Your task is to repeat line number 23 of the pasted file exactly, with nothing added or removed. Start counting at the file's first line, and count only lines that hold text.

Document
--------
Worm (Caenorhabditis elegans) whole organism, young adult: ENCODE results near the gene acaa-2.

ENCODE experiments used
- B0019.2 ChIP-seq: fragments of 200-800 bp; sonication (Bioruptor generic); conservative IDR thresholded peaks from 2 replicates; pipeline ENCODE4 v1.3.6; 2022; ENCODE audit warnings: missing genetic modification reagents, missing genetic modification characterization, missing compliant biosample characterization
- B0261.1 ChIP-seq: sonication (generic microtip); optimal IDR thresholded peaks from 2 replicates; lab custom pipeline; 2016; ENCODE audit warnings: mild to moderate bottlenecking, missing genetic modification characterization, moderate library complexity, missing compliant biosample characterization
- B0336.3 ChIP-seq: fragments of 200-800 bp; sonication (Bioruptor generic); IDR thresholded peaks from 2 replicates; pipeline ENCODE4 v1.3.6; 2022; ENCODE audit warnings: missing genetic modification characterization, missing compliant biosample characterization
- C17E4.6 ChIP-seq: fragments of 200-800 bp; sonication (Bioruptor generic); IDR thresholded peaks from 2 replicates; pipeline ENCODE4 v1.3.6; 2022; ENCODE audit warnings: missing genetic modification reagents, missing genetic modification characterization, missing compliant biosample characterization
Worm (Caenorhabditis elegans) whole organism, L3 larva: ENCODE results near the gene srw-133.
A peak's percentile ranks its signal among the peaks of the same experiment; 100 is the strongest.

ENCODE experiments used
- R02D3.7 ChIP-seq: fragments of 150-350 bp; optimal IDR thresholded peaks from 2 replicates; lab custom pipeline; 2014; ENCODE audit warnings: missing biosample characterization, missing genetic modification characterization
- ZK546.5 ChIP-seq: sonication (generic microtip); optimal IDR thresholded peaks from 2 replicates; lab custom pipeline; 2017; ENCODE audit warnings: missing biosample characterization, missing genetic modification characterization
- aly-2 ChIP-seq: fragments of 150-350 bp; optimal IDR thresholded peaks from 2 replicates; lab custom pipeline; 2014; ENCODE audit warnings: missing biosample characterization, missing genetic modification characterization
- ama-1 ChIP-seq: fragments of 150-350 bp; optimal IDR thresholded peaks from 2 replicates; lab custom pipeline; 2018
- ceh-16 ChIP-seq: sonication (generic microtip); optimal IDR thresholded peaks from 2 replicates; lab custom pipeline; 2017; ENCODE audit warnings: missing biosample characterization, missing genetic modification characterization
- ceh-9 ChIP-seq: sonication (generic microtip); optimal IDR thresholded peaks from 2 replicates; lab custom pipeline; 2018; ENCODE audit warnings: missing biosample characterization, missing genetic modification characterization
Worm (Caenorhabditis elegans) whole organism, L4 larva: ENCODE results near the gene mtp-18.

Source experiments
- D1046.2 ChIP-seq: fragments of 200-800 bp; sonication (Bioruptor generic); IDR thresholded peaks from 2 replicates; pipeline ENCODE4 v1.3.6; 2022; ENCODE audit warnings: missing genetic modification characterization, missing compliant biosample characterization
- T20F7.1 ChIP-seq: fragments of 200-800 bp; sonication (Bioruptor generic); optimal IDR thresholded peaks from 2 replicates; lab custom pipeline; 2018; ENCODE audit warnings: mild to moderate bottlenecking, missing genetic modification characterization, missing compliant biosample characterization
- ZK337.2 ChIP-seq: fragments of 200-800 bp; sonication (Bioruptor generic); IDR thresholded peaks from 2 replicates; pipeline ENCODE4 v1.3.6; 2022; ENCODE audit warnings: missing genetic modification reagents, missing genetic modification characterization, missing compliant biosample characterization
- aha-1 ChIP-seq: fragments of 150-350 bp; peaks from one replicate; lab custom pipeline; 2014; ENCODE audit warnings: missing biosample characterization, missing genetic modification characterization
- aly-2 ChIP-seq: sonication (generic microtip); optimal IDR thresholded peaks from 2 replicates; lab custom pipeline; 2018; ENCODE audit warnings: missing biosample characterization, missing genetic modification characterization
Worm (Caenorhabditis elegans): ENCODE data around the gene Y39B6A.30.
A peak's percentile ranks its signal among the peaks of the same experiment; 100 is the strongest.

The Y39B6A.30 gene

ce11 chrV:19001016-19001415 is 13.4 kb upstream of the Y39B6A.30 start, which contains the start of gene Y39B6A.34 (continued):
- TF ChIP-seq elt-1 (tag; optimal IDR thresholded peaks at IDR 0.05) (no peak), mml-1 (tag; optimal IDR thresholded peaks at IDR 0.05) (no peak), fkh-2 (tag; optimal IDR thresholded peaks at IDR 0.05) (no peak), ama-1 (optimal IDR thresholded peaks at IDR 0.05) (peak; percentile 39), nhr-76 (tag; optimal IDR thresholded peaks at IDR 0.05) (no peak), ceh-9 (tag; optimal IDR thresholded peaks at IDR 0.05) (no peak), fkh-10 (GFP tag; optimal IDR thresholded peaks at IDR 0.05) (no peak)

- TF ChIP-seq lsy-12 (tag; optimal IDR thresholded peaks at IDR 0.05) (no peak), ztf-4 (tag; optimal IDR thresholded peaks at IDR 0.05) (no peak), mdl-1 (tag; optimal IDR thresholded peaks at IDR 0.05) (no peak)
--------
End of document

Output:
Worm (Caenorhabditis elegans): ENCODE data around the gene Y39B6A.30.